Timeline: Which states could tip U.S. election and when will they report results?

FILE PHOTO: Democratic U.S. presidential nominee and former Vice President Joe Biden speaks during a campaign event in Monaca, Pennsylvania, U.S., November 2, 2020. REUTERS/Kevin Lamarque/File Photo

(Reuters) – The outcome of the U.S. presidential election hung in the balance on Thursday as five swing states continued to count their ballots.

To capture the White House, a candidate must amass at least 270 votes in the Electoral College. Most major TV networks gave Biden a 253-214 lead in electoral votes on Thursday.

Results in Pennsylvania (20 electoral votes), Georgia (16), North Carolina (15), Arizona (11) and Nevada (6) remained uncertain, according to Edison Research.


Biden led by 2.4 percentage points as of Thursday afternoon, or 67,906 votes, with about 14% of the vote left to be counted.

More results from densely populated Maricopa County, which includes Phoenix, were not expected until 7 p.m. MST (9 p.m. EST) (0200 GMT), the county elections department said.

There were at least 400,000 ballots left to be counted statewide on Thursday afternoon, according to the Arizona secretary of state. Maricopa County accounted for 275,000 of the outstanding ballots, the elections department said. Biden was leading by 4 percentage points in the votes counted so far, indicating he was in a strong position to maintain his lead.


Trump held onto to a lead of 0.3 percentage point, or 12,765 votes, with 2% of the vote left to be counted.

Counting was continuing on Thursday afternoon, with just 47,000 outstanding ballots, according to the Georgia Secretary of State’s office.


Biden led Trump by 11,438 votes, or 0.9 percentage point, with about 11% of the vote left to be counted.

Nevada Secretary of State Barbara Cegavske said in a statement that about 190,150 ballots remained to be counted in the state, with 123,554 of them being either mail-in ballots or ballots returned at drop-off locations. She said 90% of the ballots still to be counted were in Clark County, the state’s largest.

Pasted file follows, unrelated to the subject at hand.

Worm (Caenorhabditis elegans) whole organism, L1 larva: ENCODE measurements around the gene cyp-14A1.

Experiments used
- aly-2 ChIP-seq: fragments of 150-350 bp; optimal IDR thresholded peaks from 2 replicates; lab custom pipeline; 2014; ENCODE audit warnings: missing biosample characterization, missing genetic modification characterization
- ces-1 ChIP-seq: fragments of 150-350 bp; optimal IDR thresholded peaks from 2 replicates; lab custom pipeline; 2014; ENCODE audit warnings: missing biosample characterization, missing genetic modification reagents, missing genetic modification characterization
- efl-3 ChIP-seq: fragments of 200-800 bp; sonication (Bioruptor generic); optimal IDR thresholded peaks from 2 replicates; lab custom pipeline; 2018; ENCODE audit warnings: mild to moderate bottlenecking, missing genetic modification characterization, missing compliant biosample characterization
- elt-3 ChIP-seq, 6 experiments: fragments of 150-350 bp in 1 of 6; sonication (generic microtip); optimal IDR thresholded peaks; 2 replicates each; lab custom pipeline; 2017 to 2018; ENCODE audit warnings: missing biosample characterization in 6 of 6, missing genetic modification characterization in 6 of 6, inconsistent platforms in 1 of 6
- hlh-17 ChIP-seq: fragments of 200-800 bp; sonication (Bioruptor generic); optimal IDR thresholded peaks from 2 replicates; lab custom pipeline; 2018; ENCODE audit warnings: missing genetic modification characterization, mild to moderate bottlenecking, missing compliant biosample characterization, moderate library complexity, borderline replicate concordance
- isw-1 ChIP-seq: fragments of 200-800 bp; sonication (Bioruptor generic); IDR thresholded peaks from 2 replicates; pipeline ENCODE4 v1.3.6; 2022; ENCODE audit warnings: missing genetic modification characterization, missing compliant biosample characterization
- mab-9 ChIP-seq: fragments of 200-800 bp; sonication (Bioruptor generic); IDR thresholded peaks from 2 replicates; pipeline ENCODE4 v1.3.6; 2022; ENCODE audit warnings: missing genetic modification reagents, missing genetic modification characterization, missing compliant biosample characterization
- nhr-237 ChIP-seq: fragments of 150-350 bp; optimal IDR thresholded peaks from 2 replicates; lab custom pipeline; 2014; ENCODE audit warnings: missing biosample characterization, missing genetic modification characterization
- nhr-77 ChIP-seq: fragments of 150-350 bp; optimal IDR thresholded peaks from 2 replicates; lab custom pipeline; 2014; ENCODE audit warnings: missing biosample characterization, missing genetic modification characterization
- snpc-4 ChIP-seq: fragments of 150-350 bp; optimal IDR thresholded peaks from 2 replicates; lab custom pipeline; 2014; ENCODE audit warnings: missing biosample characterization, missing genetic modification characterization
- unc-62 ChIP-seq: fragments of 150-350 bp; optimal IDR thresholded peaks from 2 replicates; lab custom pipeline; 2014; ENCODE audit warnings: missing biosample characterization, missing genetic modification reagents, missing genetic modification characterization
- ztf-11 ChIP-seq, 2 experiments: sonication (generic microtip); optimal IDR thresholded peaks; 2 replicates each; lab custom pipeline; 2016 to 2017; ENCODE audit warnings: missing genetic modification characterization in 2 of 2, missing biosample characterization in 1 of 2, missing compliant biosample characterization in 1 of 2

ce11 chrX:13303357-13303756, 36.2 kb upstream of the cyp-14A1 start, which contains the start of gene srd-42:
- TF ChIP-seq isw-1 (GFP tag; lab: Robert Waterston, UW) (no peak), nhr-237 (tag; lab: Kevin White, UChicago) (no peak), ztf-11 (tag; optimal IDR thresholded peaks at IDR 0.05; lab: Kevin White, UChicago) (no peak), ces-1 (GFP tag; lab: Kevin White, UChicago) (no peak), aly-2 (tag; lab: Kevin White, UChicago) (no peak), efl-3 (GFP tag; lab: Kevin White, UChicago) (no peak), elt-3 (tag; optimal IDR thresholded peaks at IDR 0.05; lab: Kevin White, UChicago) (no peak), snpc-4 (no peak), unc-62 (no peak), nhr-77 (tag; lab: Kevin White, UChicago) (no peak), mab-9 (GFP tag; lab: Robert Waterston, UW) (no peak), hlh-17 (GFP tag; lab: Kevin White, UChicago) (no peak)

All properly received ballots will be counted for up to nine days after the election, but the exact number left to be counted was unknown, Cegavske said.

The outstanding votes are mail-in ballots and those cast by voters who registered to vote at polling place on Election Day, she said.


Trump led by more than 76,000 votes, or 1.4 points, with about 5% of the vote uncounted.

State officials have said a full result would not be known until next week. The state allows mail-in ballots postmarked by Tuesday to be counted if they are received by Nov. 12.


Trump led by 1.5 percentage points, or more than 97,000 votes, with 8% of the vote outstanding.

About 370,000 ballots were still in the process of being counted on Thursday, according to the Department of State’s website, giving Biden a chance to catch Trump if enough of them were from Democratic-friendly areas such as Philadelphia. Pennsylvania Secretary of State Kathy Boockvar said she expected the “overwhelming majority” to be counted by the end of Thursday.

Philadelphia County reported more than 252,000 ballots were cast by mail but did say how many remained to be counted.

A final count may not be available until at least Friday as Pennsylvania can accept mail-in ballots up to three days after the election if they were postmarked by Tuesday.

(Reporting by Daniel Trotta, Julia Harte and Jason Lange; Editing by Scott Malone, Daniel Wallis and Peter Cooney)



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